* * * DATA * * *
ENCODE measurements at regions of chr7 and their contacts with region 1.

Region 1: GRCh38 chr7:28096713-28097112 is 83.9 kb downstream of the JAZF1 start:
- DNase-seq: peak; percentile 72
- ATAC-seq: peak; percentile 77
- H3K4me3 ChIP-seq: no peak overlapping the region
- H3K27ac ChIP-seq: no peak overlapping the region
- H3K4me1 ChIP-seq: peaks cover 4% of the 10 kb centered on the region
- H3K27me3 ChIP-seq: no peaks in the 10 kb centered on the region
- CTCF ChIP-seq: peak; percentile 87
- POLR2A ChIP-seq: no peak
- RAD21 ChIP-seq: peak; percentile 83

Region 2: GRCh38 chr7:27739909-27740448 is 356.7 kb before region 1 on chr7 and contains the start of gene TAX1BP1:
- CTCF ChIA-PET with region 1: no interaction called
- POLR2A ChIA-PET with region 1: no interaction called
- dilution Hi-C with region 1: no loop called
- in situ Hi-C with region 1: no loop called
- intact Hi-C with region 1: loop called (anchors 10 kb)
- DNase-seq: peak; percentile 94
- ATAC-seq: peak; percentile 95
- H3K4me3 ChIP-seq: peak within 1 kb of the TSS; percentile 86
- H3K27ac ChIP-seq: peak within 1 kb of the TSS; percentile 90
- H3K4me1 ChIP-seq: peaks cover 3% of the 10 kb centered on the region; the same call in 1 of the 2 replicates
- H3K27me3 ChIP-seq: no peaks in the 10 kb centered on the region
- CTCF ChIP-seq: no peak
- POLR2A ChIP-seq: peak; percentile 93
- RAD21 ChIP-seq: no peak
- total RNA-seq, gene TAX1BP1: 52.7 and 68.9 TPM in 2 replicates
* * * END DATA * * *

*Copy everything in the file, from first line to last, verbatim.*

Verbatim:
ENCODE measurements at regions of chr7 and their contacts with region 1.

Region 1: GRCh38 chr7:28096713-28097112 is 83.9 kb downstream of the JAZF1 start:
- DNase-seq: peak; percentile 72
- ATAC-seq: peak; percentile 77
- H3K4me3 ChIP-seq: no peak overlapping the region
- H3K27ac ChIP-seq: no peak overlapping the region
- H3K4me1 ChIP-seq: peaks cover 4% of the 10 kb centered on the region
- H3K27me3 ChIP-seq: no peaks in the 10 kb centered on the region
- CTCF ChIP-seq: peak; percentile 87
- POLR2A ChIP-seq: no peak
- RAD21 ChIP-seq: peak; percentile 83

Region 2: GRCh38 chr7:27739909-27740448 is 356.7 kb before region 1 on chr7 and contains the start of gene TAX1BP1:
- CTCF ChIA-PET with region 1: no interaction called
- POLR2A ChIA-PET with region 1: no interaction called
- dilution Hi-C with region 1: no loop called
- in situ Hi-C with region 1: no loop called
- intact Hi-C with region 1: loop called (anchors 10 kb)
- DNase-seq: peak; percentile 94
- ATAC-seq: peak; percentile 95
- H3K4me3 ChIP-seq: peak within 1 kb of the TSS; percentile 86
- H3K27ac ChIP-seq: peak within 1 kb of the TSS; percentile 90
- H3K4me1 ChIP-seq: peaks cover 3% of the 10 kb centered on the region; the same call in 1 of the 2 replicates
- H3K27me3 ChIP-seq: no peaks in the 10 kb centered on the region
- CTCF ChIP-seq: no peak
- POLR2A ChIP-seq: peak; percentile 93
- RAD21 ChIP-seq: no peak
- total RNA-seq, gene TAX1BP1: 52.7 and 68.9 TPM in 2 replicates